Had the court assessed the manufacturers’ omissions in light of their affirmative claims, the court might have found them misleading. To establish deception, it would have been necessary to prove only that the manufacturers’ half-truths “ha[d] the capacity to mislead consumers, acting reasonably under the circumstances, to act differently from the way they otherwise would have acted.”78×78. Tomasella, 962 F.3d at 71 (quoting Aspinall v. Philip Morris Cos., 813 N.E.2d 476, 488 (Mass. 2004)). Given the pile of representations prohibiting the use of child and slave labor, and given the materiality of labor abuses to some consumers, it is at least plausible that these representations could have misled reasonable consumers and caused them to purchase candy they otherwise would not have bought.79×79. The difficulty of establishing reliance would likely pose an obstacle to a consumer class action, but other entities such as attorneys general can and should bring these claims.

The manufacturers’ muted recognition of their labor abuses does not change the analysis. As the First Circuit has acknowledged elsewhere: “[D]isclaimers or qualifications . . . are not adequate to avoid liability unless they are sufficiently prominent and unambiguous to change the apparent meaning of the claims and to leave an accurate impression. Anything less is only likely to cause confusion by creating contradictory double meanings.”80×80. FTC v. Direct Mktg. Concepts, Inc., 624 F.3d 1, 12 (1st Cir. 2010) (quoting Removatron Int’l Corp. v. FTC, 884 F.2d 1489, 1497 (1st Cir. 1989)). Compared to the manufacturers’ full-throated prohibitions of child and slave labor, their half-hearted concessions of their labor abuses are unlikely to have corrected the misconceptions that their prohibitions could have conveyed.

That the manufacturers made the affirmative claims on their websites, rather than on product packaging, should not have removed those claims from consideration. When assessing deception, courts examine the range of an advertiser’s marketing campaigns to ascertain the overall message that consumers receive.81×81. See, e.g., MillerCoors, LLC v. Anheuser-Busch Cos., No. 19-cv-218, 2019 WL 4187489, at *1–2, *4 (W.D. Wis. Sept. 4, 2019) (holding that a jury could find deception “in [the] context of the full advertising campaign,” id. at *4, which included website claims and product packaging); FTC v. Wash. Data Res., 856 F. Supp. 2d 1247, 1273–74 (M.D. Fla. 2012) (finding deception where an advertiser’s postcard and verbal sales techniques “combine[d] to create a deceptive ‘net impression,’” id. at 1274); see also Abbott Lab’ys v. Mead Johnson & Co., 971 F.2d 6, 15 (7th Cir. 1992) (“The presence of this implied message is even more pronounced when viewed in the context of Mead’s entire promotional campaign.”). But cf. Pizza Hut, Inc. v. Papa John’s Int’l, Inc., 227 F.3d 489, 502 n.11 (5th Cir. 2000) (declining to recognize cross-channel deception between misleading ads and an advertiser’s slogan because there was no evidence that the misleading ads “somehow had become encoded in the minds of consumers such that the mention of the slogan reflectively brought to mind the misleading statements”). It is this “net impression” that determines whether a claim is deceptive.82×82. Wash. Data Res., 856 F. Supp. 2d at 1273 (quoting FTC v. Tashman, 318 F.3d 1273, 1283 (11th Cir. 2003) (Vinson, J., dissenting)). This holistic approach accords with advertiser strategy and consumer experience. Advertisers communicate with consumers through an expanding array of channels and expect that consumers will aggregate messages across sources.83×83. See Rajeev Batra & Kevin Lane Keller, Integrating Marketing Communications: New Findings, New Lessons, and New Ideas, 80 J. Mktg. 122, 122–23 (2016). Indeed, consumers tend to forget the source of the messages that they hear even when they remember the content.84×84. See Raoul Bell, Laura Mieth & Axel Buchner, Source Memory for Advertisements: The Role of Advertising Message Credibility, 49 Memory & Cognition 32, 43 (2021) (“While advertisers may want to exploit the limits of source memory, policy makers may want to find ways to prevent this.”).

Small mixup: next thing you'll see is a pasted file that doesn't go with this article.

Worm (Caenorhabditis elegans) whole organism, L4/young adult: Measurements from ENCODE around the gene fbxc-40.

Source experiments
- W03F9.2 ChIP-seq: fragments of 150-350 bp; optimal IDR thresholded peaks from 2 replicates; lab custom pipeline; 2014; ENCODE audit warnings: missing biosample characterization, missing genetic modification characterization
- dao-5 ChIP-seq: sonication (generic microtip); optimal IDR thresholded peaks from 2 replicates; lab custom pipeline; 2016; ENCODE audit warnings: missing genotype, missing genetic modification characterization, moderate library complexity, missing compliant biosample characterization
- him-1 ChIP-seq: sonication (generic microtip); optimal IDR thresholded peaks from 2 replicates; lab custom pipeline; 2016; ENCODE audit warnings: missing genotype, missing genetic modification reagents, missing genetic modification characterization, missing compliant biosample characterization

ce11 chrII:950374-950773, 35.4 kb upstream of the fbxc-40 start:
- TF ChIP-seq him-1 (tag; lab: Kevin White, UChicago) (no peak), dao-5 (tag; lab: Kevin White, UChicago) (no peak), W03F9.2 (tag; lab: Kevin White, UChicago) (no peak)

Because advertisers transmit and consumers receive claims across a variety of channels, a cross-channel approach is necessary to prevent advertiser gameplaying. If advertisers are not held liable for claims that they make on their own websites, then they are free to misrepresent their practices in those spaces that consumers can see but courts choose to ignore. The Tomasella decision outlines a strategy for those advertisers who seek to capitalize on consumer scruples without doing the work to eliminate the offense: announce a prohibition online, muddle it with fuzzy qualifiers, and stay silent at the point of sale. Under a cross-channel approach, advertisers that use child and slave labor still have the option to say nothing about their labor practices in locations where consumers can see them, but that silence needs to be total. Alternatively, if they do choose to speak, they must be consistent and consistently truthful in their representations.

In ignoring deception in advertiser claims about social responsibility, courts seem to believe that they are encouraging corporations to make strides, by giving them a break when they fail to live up to their commitments. In fact, courts inhibit progress. With their misrepresentations, advertisers garner false goodwill and distort the market to the detriment of those who truly do have better labor practices.85×85. See George A. Akerlof, The Market for “Lemons”: Quality Uncertainty and the Market Mechanism, 84 Q.J. Econ. 488, 495 (1970). If courts do not distinguish between corporations that have honored their commitments and those that have merely announced them, then neither can consumers.